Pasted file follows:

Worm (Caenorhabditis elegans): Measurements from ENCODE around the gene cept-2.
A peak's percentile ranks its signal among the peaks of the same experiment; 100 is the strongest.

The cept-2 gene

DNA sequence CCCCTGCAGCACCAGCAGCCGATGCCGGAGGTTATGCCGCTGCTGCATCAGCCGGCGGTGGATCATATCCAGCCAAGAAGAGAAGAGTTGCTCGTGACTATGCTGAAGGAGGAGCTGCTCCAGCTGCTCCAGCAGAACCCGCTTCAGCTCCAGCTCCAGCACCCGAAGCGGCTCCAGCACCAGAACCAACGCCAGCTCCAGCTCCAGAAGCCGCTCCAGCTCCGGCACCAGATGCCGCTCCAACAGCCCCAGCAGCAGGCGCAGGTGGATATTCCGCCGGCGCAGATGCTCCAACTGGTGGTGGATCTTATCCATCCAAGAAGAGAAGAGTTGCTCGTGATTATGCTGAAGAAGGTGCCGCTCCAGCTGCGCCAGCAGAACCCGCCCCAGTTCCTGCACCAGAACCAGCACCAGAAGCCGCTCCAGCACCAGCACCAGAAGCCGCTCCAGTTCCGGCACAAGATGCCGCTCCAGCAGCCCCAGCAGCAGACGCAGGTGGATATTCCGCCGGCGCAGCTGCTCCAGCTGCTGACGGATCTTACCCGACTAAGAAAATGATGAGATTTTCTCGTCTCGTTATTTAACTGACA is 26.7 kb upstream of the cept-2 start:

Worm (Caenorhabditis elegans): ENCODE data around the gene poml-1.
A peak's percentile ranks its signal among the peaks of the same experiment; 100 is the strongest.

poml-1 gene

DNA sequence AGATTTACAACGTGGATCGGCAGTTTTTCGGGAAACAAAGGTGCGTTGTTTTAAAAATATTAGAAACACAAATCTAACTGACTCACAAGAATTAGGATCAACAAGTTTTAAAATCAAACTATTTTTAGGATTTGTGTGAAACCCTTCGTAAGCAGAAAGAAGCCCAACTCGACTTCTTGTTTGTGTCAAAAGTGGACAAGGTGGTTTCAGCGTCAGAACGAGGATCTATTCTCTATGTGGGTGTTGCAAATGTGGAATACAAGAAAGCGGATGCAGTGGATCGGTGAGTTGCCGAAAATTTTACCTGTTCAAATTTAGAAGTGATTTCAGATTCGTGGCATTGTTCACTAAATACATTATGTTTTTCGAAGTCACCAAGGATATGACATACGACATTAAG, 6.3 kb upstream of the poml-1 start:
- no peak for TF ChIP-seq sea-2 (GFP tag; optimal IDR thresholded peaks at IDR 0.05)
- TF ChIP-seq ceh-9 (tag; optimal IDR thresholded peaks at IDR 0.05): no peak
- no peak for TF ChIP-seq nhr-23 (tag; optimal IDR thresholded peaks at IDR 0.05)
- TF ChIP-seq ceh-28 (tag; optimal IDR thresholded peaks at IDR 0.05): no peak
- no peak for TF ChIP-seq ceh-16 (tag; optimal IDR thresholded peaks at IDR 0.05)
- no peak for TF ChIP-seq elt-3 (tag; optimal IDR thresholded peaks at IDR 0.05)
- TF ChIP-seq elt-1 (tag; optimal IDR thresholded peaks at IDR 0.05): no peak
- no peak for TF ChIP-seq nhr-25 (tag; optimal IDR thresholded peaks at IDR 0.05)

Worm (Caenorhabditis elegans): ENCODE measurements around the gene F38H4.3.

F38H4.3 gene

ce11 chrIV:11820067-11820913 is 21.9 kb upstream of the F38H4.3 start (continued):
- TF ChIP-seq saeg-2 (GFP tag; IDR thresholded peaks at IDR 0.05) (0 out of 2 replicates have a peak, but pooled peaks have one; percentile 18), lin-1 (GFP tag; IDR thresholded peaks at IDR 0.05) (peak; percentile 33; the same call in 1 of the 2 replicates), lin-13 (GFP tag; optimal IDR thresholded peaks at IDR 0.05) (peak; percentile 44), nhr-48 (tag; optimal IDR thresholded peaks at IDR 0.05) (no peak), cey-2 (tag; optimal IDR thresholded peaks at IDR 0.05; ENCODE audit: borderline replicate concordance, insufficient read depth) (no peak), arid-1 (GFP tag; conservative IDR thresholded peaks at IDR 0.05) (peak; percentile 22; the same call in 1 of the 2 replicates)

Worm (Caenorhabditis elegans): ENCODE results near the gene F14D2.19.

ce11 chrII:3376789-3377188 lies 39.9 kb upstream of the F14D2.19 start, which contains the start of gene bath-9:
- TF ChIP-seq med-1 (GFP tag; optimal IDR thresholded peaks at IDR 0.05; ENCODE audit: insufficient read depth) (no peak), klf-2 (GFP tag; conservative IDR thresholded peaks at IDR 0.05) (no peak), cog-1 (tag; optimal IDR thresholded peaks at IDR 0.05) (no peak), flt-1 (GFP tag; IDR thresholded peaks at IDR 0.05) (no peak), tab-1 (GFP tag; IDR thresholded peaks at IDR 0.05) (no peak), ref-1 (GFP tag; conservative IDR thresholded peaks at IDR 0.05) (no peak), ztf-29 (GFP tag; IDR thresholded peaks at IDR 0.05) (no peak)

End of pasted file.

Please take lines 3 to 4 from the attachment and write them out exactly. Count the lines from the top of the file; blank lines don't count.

The cept-2 gene

DNA sequence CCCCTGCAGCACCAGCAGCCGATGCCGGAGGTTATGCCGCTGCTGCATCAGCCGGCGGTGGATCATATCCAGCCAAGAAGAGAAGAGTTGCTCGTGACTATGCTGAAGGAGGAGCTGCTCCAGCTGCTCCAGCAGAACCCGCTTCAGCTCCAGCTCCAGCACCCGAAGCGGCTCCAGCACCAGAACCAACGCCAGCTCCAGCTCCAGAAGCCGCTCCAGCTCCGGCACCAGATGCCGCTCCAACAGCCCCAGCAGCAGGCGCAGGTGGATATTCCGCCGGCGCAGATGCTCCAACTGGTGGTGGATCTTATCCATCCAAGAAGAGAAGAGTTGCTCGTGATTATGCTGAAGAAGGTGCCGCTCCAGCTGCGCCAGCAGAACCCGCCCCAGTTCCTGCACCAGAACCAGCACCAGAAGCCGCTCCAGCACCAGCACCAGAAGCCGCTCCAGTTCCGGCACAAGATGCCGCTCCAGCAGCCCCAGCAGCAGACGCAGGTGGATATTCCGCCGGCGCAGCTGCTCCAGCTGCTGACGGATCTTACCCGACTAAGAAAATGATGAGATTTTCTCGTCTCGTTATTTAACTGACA is 26.7 kb upstream of the cept-2 start: